On the park's official website you can download the trail map, and find information for kayak rental. The park is open every day from 7.00 to 22.00, and is very crowded on weekends and holidays. Admission is $ 5, free for under 12s, and is valid all day.

    Galveston Beaches

    With almost 50 km of beach, it would be a shame not to take advantage of the numerous beaches of Galveston. As we have seen, unfortunately the Seawall has "eaten" a lot of the original coast, but there are still several large beaches, always free but with the possibility of renting umbrellas and sunbeds. In addition, the water in the Gulf of Mexico is warm and shallow, making it perfect for families with children as well.

    Here are the most beautiful beaches in Galveston:

    • East Beach, at the eastern end of the island, famous for live music in the summer.
    • Stewart Beach, not far from the center, which has a small play area for children.
    • Porretto Beach, with a nice view of the Pleasure Pier.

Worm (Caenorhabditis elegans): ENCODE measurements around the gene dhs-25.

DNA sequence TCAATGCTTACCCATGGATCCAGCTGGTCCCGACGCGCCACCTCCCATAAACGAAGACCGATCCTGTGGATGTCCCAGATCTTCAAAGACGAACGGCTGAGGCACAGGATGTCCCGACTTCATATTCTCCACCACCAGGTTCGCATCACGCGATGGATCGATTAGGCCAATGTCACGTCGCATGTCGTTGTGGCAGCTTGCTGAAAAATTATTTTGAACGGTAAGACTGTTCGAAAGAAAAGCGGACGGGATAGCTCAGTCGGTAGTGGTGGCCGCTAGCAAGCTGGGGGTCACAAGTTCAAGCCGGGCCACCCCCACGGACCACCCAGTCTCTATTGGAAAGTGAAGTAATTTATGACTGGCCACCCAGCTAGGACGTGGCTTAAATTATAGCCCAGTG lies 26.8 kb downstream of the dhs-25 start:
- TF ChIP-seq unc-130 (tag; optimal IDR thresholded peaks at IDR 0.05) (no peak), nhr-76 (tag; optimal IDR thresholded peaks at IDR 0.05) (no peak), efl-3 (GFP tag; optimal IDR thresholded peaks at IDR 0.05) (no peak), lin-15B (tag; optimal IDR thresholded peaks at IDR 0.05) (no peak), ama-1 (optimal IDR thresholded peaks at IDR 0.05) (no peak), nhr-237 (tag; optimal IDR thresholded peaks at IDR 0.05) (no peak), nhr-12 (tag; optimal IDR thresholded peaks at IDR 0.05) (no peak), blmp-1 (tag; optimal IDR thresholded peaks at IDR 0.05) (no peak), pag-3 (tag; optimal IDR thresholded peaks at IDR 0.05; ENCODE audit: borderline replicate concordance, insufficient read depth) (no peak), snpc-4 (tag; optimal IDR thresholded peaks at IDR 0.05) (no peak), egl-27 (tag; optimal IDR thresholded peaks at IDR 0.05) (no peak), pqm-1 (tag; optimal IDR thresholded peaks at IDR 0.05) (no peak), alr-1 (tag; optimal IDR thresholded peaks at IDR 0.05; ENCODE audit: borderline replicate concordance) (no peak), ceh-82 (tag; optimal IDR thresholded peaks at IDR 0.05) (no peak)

• Galveston Island State Park, which we talked about in the paragraph above.


    Galveston isn't particularly big or busy, attractions are scattered all over the place, and parking isn't expensive. For all these reasons, there is no specific area where it is preferable to sleep. However, I would advise you to look for something close to the beach, even if further away from the center.

    Two good options are the Best Western Plus Galveston Suites and the Holiday Inn Resort Galveston On the Beach, which overlook the sea and will guarantee you beautiful sunsets.

    All Galveston accommodations

    Where to eat

    Galveston is a great place to sample typical Creole cuisine, with rich seafood dishes. Two specialties above all are the gumbo, a fish soup made with okra and a thick mixture of flour and butter called roux; and then there is the po'boy, the typical Louisiana sandwich usually stuffed with fried meat or shrimp.

    You can try these two dishes at The Spot, in an unbeatable location on the beach, or in the center, at Little Daddy's Gumbo Bar. But Texas is also the realm of Tex-Mex cuisine, whose name is precisely the union of words. Texas and Mexico. Taquilos, in the center, serves fajitas, enchiladas, tacos, and all the typical dishes of this tasty cuisine.

    La King’s confectionery
    La King’s confectionery